Gullah-Geechee Culture, Past and Present

Whether you have heard of Gullah-Geechee culture or not, you are aware of it and have certainly been influenced by it. From food to music, fashion textiles to language, today its influence is experienced across the world. It was cultivated by enslaved people in the lower Atlantic coast of America, who were largely brought there from West Africa. What I find fascinating is that these vibrant artistic and craftwork expressions arose on massive plantations, like Manning Place in my novel Our Sealed Letters, because of the isolation of field slaves. 

When it wasn’t crop cultivation time—whether for rice, indigo, or sea-island cotton—on a given plantation hundreds of enslaved people were largely left to take care of themselves. For example, in my novel Auguste Manning leaves Hilton Head Island in the winter to tend business interests in the Caribbean. Also, plantation-owning families often sought to escape the humidity of the rainy season and the sweltering summers by heading North. This is what Annabelle Manning and her mother Evelyn do every year. As a result, in their villages, enslaved people could preserve their African traditions—and cultivate new ones suited to life in a new climate, society, and language sphere. The result came to be known as Gullah or Geechee or both, with all kinds of regional specialties and variations.

I confess that I learned about this culture late in the process of writing my novel, when it was mentioned by Savannah Frierson, a sensitivity reader from South Carolina. This is highly embarrassing to admit, but I think important to note. Because despite all my research, until I was looking for it, Gullah Geechee never came up in historical records. It’s part of America’s overlooked history of a marginalized community. 

There’s so much wonderful material on Gullah Geechee arts, cooking, music, language, and culture online—when you go looking for it. I highly recommend exploring it. I also recommend looking into the ways some are seeking to preserve its heritage, and others are seeking to develop over its landmarks and features geographically. Here, on my blog, I want to be more reflective on what discovering it meant for the characters in my novel—whether Black and enslaved, or white and free.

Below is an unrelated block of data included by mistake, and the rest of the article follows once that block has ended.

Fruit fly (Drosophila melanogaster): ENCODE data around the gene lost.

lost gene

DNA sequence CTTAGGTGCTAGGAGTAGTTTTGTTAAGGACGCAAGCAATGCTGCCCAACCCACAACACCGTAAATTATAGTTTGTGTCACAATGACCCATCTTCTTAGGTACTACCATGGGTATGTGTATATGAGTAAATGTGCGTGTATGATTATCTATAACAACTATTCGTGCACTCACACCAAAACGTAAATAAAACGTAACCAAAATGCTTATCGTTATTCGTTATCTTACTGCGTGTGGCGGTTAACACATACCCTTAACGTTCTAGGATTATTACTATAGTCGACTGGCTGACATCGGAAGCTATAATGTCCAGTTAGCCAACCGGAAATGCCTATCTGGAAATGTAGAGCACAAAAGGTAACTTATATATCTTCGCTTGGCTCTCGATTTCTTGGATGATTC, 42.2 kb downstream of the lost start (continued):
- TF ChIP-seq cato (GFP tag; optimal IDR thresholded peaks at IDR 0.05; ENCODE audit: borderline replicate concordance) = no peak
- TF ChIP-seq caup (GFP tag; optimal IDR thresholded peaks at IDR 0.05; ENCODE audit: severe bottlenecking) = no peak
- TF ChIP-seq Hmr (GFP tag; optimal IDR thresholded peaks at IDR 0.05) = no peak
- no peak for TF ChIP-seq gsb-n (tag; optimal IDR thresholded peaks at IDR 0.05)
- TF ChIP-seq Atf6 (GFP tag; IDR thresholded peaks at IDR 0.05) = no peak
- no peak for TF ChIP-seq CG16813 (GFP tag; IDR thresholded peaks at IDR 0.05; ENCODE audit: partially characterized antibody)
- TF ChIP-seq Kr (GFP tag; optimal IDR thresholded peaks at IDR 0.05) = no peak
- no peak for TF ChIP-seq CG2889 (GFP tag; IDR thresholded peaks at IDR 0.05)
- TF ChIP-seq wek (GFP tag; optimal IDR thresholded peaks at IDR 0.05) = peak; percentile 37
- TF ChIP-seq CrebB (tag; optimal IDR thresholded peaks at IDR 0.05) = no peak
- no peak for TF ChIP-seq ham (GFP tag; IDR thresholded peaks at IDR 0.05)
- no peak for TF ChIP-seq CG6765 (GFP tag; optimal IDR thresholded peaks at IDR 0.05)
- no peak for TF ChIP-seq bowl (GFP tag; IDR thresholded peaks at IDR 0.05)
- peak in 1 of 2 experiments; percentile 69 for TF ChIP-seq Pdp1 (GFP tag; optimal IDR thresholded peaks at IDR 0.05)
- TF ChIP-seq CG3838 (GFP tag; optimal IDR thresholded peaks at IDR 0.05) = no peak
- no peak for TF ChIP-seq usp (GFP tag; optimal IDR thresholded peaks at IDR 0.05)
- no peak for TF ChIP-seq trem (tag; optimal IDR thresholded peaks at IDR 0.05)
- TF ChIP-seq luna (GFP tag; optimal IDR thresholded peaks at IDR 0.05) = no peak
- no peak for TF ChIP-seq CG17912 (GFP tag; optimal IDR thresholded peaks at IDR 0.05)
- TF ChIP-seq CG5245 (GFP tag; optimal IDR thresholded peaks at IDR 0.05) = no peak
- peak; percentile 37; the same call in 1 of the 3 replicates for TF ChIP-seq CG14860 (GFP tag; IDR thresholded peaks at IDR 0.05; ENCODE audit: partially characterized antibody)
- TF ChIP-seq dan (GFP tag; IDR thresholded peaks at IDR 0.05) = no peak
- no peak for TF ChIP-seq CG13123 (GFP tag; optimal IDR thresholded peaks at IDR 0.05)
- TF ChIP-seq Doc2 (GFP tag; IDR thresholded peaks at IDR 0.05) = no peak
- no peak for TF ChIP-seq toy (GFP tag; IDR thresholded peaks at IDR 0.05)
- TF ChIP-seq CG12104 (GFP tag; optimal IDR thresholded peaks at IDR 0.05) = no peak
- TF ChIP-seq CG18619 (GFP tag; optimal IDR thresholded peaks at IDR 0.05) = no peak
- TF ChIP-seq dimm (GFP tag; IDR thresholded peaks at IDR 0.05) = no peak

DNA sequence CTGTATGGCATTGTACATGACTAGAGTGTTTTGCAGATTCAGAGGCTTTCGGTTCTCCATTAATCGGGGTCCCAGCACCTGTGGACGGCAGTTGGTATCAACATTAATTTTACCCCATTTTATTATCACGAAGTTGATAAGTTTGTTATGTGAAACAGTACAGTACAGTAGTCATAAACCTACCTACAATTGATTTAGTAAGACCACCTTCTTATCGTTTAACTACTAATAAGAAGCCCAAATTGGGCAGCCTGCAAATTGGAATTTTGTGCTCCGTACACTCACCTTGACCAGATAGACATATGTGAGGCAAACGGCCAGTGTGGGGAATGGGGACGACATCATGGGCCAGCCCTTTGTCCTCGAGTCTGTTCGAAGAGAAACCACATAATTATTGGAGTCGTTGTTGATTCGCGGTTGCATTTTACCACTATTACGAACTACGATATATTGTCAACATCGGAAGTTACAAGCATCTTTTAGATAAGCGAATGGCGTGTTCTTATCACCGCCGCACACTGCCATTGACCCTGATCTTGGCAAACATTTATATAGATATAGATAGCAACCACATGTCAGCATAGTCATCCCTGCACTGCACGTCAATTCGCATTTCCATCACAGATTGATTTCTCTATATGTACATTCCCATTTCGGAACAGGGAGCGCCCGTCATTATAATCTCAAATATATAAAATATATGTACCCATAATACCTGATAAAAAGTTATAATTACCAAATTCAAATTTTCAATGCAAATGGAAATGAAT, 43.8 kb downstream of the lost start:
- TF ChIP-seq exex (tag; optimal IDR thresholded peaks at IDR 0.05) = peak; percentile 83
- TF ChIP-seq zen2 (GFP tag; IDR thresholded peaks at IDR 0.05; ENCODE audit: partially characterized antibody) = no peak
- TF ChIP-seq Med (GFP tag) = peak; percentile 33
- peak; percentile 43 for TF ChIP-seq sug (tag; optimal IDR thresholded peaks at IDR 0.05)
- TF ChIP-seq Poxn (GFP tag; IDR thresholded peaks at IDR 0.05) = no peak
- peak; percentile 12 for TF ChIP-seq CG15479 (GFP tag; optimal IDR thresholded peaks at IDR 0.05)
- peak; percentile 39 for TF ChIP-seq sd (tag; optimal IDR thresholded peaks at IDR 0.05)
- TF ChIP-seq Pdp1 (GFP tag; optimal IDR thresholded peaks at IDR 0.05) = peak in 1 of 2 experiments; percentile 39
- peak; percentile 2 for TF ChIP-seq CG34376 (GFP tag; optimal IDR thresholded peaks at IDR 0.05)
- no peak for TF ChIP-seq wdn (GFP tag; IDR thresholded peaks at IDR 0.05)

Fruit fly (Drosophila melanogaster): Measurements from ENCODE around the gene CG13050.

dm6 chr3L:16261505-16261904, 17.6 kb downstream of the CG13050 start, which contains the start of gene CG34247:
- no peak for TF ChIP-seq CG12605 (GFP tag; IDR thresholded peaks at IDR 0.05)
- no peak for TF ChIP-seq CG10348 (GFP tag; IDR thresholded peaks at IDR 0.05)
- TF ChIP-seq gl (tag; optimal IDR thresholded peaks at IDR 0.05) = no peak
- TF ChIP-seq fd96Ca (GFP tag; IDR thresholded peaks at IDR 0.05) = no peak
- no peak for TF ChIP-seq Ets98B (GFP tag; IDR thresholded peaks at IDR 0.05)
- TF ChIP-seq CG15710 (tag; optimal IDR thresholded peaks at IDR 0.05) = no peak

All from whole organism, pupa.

When I was writing Our Sealed Letters, I focused on developing and portraying the enslaved characters’ personality traits. To offer just a few examples, Cecie is extraordinarily beautiful despite hiding it, loves reading authors that horrify and thrill her like Edgar Allen Poe and Mary Shelley, and Peony the cat loves her more than Annabelle. Clarence is a big man with a lot of elegance to his movements, and he’s amazing with numbers. While Jenny is quiet by nature and necessity, when she speaks she delivers really sharp zingers. And Monty is such an energetic boy that whenever I write about him I can feel him bouncing off the walls. But this didn’t go far enough. 

It wasn’t until I asked the question, “What did enslaved people have that was uniquely theirs?” that things really opened up. I wanted to know more about the lives of people that went beyond their servitude and focus on white owners’ needs. There had to be more to them than white owners could imagine or know, because if they knew they would surely squash it. What about them existed independent of their unfortunate circumstances? Gullah-Geechee culture provided a glimpse. 

In the novel, I only offer glimpses of this culture for important reasons. Because it is told in the limited, first-person point of view of Annabelle Manning, we see everything through her eyes. Including things like: the household slaves speaking to each other in a way that she can’t understand (which was absolutely part of the point!); how she first tries to correct their musical emphasis on the back beat; the fact that Kate won’t let her help cook rice; and of course how she marvels at the craftwork in their baskets and quilts. Part of my purpose is for the fact that there is a very rich and vibrant culture operating behind the slaves’ actions and words, inaccessible and even mysterious to the white characters, to stand as an echo and enticement and honoring aspect of the story. 

Another reason my readers can only glimpse Gullah-Geechee culture is that I strongly feel it plays a role in stories that others can tell better than me. While I believe imaginative storytelling can cross cultures, identities, and life experiences, as a book publishing professional I advocate for what is known in the industry as “own-voices” writing. That is, giving marginalized, unheard, oppressed, and long-ignored voices the opportunity to write their own stories. Most of all, I want to see these published so readers can learn more about their experiences from them directly. Personally, I want to draw your attention to Gullah Geechee people in a way that stokes your curiosity, so you seek out own-voice resources. 

Fortunately, Gullah-Geechee culture is still alive and well, both in all the art forms it has influenced (like how the blues spurred rock n’ roll, Southern dishes like pilaf and fried chicken, and modern words like “my bad” and “jitters”) and in the people living in the lowland Atlantic region of South Carolina and Georgia. So gather your curiosities and look for ways to find out more, so I can consider my role complete.

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